Particle Fever and Modern Art

As mentioned last week, I was the on-hand expert for the Secret Science Club's foray into Massachusetts, a screening of the movie Particle Fever held at MASS MoCA. This worked out nicely in a lot of respects-- it gave me an excuse to visit the newly renovated Clark Art Institute in Williamstown and check out the spiffy new library at Williams (where they have my second book on the shelves, but not my first; I may need to send them an author copy in lieu of a check this year...). I also did some random nostalgia things like grabbing dinner at Colonial Pizza (now in a strip mall halfway to North Adams, not the same vibe) and going up to the overlook above the famous hairpin turn (the view from which is one of the things that convinced me I wanted to go to Williams). And, of course, I got to see the much-buzzed-about movie, which I hadn't gotten my act together to check out when it was in theaters. So, all kinds of winning.

The movie is very well done, following a handful of scientists from the days just before the first circulating beam at the LHC in 2008 to the announcement of the Higgs discovery in 2012. The most dynamic characters are superstar theorist Nima Arkani-Hamed and CERN post-doc Monica Dunford. Arkani-Hamed is notable for being furiously intense about whatever he's doing, whether it's talking about his pet theories, ranting about the PR mistakes made by CERN, discussing the abstract sculpture outside his office, or ordering convenience store food. Dunford is mostly just really enthusiastic. Like most such things, I think it oversells the general importance of the Higgs, and it doesn't really go into the physics quite enough, but it's very well made, and does a nice job showing the highs and lows of research science. I think the biochemistry documentary Naturally Obsessed probably did it a bit better, because they caught a much more immediate response to the major setback; the LHC and its collaborations are so huge that the magnet failure remains pretty abstract.

The participatory part was the usual mix of terrifying and fun. I helped put together a trivia quiz to be done beforehand, and the organizers asked me to do some on-stage chatter to help fill time while they collected the answers. We agreed that they would ask about the "Will the LHC destroy the Earth?" thing, so I could have something in mind to talk about rather than just free-associating. And, of course, once I was on stage I thought of something completely different than what I had worked out in my head in advance, and was basically ad-libbing. Which started to bomb, but I managed to save it. So, like I said, terrifying and fun.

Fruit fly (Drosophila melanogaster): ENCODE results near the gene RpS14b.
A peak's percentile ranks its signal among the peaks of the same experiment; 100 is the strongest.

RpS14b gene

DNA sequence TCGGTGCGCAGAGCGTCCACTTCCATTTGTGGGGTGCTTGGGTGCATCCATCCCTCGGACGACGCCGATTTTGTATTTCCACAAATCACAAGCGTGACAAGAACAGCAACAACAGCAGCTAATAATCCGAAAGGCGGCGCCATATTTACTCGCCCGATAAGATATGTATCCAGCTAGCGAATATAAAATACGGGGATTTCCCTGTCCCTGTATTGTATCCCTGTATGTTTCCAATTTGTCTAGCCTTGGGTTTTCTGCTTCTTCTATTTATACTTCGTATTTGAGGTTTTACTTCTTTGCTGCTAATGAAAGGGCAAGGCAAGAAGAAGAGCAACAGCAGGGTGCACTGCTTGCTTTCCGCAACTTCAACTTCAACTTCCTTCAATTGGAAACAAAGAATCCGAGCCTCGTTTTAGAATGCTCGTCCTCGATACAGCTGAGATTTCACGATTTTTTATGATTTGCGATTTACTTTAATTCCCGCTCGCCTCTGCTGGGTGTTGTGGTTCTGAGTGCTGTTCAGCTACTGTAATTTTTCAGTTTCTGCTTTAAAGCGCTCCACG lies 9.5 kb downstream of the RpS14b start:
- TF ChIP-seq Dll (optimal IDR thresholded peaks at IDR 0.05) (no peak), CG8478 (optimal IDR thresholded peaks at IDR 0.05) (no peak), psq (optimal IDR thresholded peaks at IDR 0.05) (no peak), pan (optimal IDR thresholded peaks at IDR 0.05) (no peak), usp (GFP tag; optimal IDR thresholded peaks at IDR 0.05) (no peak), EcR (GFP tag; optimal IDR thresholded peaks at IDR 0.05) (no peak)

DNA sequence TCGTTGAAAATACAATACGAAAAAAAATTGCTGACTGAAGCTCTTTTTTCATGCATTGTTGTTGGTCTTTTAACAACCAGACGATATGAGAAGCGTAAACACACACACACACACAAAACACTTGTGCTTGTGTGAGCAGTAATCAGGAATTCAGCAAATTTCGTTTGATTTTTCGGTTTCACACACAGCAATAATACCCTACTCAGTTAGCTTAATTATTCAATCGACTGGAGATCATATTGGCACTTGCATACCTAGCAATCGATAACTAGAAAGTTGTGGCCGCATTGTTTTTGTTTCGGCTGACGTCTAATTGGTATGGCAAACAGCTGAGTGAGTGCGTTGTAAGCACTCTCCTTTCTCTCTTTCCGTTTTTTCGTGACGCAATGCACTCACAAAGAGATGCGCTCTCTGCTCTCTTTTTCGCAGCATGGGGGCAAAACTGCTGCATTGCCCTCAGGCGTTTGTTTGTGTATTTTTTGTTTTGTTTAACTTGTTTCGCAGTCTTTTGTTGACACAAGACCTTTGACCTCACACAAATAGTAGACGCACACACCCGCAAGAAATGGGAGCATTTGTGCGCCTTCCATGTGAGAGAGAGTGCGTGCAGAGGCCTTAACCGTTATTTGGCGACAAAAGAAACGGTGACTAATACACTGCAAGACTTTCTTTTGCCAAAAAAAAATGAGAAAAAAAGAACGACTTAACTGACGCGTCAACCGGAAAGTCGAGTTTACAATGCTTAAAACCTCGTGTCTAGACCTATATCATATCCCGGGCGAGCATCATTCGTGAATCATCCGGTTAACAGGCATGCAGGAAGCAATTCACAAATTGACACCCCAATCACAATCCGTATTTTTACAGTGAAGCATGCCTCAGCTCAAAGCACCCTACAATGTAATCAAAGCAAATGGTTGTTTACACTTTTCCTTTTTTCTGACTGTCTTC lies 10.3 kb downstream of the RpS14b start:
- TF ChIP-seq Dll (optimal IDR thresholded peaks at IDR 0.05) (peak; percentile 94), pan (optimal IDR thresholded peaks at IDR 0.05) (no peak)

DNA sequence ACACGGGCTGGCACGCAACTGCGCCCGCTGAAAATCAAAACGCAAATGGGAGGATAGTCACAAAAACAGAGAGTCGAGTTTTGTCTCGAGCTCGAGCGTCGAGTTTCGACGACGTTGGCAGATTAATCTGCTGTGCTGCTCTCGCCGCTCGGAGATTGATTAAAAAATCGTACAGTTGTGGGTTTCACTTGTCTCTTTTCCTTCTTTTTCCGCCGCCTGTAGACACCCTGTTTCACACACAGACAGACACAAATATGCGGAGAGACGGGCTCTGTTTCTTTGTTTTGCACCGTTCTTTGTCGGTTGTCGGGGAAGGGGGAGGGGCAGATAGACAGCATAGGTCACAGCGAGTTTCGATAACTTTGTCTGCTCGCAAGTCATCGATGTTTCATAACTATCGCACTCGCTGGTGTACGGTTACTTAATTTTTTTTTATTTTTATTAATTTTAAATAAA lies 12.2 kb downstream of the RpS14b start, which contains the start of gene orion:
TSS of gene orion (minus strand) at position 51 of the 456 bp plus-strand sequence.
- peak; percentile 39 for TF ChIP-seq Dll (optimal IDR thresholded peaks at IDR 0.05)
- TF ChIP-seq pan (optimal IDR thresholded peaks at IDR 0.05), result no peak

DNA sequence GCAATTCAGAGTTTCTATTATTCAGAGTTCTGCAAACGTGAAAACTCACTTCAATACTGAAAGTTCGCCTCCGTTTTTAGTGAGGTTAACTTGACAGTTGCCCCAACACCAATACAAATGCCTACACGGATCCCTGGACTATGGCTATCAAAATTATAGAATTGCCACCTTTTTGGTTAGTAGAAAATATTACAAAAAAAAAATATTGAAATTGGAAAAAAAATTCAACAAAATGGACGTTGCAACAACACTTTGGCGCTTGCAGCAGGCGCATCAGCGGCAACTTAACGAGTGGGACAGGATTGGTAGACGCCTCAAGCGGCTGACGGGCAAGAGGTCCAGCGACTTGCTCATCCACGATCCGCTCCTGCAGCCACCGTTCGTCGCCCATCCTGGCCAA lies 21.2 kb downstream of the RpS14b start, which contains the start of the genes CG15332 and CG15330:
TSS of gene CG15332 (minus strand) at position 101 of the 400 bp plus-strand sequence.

Post-movie, I did Q&A, which was a little odd given that particle physics isn't really my thing. But I know enough to be able to give answers at the right general level, and I had the foresight during the movie to Google up Robert Wilson's famous testimony about Fermilab and national defense, so I could bust that out with proper attribution when someone asked what economic benefit would come from all this. And I got in the obligatory local pandering with a joke about Arkani-Hamed re-arranging the abstract sculpture, and a Williams-Amherst reference when talking up tabletop searches for new physics. I might've been a little hyper, but I think that's probably what was needed. Also, I might've had a couple of beers during the movie. There was a photographer taking pictures for MASS MoCA, but I haven't seen any.

I spent something like half an hour or forty minutes answering questions from people after the event was officially done, including one enthusiastic high school student, which is always great. The adrenaline rush from all the performing carried me most of the way to Pownal, VT on the way home, at which point the giant Coke I bought on my way out of town kicked in and caffeine and sugar got me the rest of the way home.

So, all in all, a great time. I enjoyed the movie, and the overall event; their usual Boorklyn venus is a bit out of the way for me, but I'll definitely consider making the trip down sometime when they have an event that's relevant to my interests.

My favorite random bit from the event came before the film, though, when we were working the room. The organizers were a few tables ahead of me, asking people if they had questions for a physicist (i.e., me), and when I caught up to them, they said "Oh, this guy is a physicist, too," indicating a guy sitting at a table way at the back with his teenage son. "Where do you work?" he asked me. "Union College," I said. "Union... Wait, are you Chad Orzel?" he asked. I said that I was, and he said "Oh, we have your books. Nice to meet you, I'm Adam Falk." And so I had a nice chat for a while with the president of my alma mater...

(I decided it would be tacky to complain to him about the library not having my first book...)

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By Rick Meidell (not verified) on 28 Oct 2014 #permalink